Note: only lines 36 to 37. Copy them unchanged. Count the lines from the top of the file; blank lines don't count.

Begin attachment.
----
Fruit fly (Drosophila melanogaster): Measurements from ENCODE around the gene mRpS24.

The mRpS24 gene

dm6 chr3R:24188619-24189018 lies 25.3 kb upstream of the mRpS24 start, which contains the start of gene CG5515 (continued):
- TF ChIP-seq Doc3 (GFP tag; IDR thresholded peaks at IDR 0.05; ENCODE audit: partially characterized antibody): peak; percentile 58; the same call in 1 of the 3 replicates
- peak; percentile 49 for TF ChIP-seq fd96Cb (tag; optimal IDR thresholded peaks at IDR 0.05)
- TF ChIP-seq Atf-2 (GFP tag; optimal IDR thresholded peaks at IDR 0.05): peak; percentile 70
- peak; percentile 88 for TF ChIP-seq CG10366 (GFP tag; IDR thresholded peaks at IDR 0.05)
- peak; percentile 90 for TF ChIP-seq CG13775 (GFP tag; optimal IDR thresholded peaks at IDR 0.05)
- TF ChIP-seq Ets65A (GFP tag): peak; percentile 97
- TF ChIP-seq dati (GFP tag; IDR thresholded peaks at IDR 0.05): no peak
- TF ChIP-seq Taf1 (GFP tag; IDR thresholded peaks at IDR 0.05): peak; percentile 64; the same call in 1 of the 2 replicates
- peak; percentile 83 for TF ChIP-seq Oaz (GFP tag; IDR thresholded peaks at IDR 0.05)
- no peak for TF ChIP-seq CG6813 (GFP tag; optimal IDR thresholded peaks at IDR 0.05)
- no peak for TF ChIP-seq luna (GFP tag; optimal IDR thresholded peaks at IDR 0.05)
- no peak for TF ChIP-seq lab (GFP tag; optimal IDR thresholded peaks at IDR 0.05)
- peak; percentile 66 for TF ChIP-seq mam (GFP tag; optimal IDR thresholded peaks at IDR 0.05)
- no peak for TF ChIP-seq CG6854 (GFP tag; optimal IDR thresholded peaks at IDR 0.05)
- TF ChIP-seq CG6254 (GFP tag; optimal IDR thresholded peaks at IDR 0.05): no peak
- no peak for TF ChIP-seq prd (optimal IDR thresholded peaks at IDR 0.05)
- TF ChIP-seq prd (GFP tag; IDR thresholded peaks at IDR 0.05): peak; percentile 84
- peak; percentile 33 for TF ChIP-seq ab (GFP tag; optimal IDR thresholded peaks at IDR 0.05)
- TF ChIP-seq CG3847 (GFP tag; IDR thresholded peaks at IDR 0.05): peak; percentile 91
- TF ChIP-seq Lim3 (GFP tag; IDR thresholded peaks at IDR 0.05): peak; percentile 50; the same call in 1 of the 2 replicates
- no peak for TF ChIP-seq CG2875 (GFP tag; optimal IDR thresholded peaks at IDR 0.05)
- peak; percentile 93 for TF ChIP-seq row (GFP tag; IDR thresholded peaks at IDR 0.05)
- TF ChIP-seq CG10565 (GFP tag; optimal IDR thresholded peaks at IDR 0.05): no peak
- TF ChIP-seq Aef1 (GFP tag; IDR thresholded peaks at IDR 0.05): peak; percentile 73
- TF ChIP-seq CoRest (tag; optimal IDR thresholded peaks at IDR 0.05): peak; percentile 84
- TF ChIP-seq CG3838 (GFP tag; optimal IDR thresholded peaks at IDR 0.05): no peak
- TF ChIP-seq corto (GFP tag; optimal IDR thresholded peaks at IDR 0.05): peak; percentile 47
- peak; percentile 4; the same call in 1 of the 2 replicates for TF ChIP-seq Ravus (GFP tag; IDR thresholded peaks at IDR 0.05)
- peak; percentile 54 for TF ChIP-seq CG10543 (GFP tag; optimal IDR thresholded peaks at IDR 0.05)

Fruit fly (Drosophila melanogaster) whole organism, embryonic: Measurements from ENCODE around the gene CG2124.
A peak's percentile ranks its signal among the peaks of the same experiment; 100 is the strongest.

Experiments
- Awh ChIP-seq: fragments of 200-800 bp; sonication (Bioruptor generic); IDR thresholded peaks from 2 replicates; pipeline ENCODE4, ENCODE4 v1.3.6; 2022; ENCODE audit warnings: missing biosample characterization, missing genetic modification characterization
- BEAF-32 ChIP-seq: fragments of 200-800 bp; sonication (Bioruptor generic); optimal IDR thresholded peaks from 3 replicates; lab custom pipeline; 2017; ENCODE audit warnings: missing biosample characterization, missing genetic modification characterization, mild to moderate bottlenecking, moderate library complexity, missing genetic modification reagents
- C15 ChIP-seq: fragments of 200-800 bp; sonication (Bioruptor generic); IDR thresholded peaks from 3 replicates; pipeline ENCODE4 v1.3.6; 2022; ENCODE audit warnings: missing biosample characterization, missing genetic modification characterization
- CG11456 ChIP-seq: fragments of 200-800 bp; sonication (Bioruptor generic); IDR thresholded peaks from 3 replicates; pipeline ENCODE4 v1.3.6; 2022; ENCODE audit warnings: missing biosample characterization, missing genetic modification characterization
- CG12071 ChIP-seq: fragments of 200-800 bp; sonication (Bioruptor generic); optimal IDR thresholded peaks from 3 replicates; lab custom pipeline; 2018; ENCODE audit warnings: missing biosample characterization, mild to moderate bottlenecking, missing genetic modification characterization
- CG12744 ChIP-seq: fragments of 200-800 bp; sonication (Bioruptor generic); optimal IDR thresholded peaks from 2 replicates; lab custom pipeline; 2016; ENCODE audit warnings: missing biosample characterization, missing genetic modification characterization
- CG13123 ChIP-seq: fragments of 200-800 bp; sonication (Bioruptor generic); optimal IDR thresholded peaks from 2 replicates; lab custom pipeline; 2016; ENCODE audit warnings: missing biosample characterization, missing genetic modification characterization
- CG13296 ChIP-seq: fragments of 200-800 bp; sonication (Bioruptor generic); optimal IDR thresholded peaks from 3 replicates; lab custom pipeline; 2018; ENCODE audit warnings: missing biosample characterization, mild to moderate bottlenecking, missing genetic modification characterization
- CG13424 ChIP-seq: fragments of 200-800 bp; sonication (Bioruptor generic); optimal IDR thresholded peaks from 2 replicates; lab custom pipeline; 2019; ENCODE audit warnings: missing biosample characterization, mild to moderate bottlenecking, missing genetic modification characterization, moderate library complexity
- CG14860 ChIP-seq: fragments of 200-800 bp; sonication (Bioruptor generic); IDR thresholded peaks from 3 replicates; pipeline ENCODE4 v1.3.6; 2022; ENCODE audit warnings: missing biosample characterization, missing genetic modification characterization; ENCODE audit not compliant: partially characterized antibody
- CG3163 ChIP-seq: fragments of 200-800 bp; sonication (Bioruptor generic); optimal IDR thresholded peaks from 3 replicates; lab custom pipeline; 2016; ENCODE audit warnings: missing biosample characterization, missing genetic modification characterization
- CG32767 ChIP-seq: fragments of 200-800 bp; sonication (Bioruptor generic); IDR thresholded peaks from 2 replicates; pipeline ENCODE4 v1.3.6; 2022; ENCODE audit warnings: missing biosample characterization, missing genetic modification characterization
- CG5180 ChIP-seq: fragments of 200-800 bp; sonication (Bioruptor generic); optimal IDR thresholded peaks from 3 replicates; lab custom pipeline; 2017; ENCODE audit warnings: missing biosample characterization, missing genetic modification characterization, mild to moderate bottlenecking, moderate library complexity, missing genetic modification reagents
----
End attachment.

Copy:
- Awh ChIP-seq: fragments of 200-800 bp; sonication (Bioruptor generic); IDR thresholded peaks from 2 replicates; pipeline ENCODE4, ENCODE4 v1.3.6; 2022; ENCODE audit warnings: missing biosample characterization, missing genetic modification characterization
- BEAF-32 ChIP-seq: fragments of 200-800 bp; sonication (Bioruptor generic); optimal IDR thresholded peaks from 3 replicates; lab custom pipeline; 2017; ENCODE audit warnings: missing biosample characterization, missing genetic modification characterization, mild to moderate bottlenecking, moderate library complexity, missing genetic modification reagents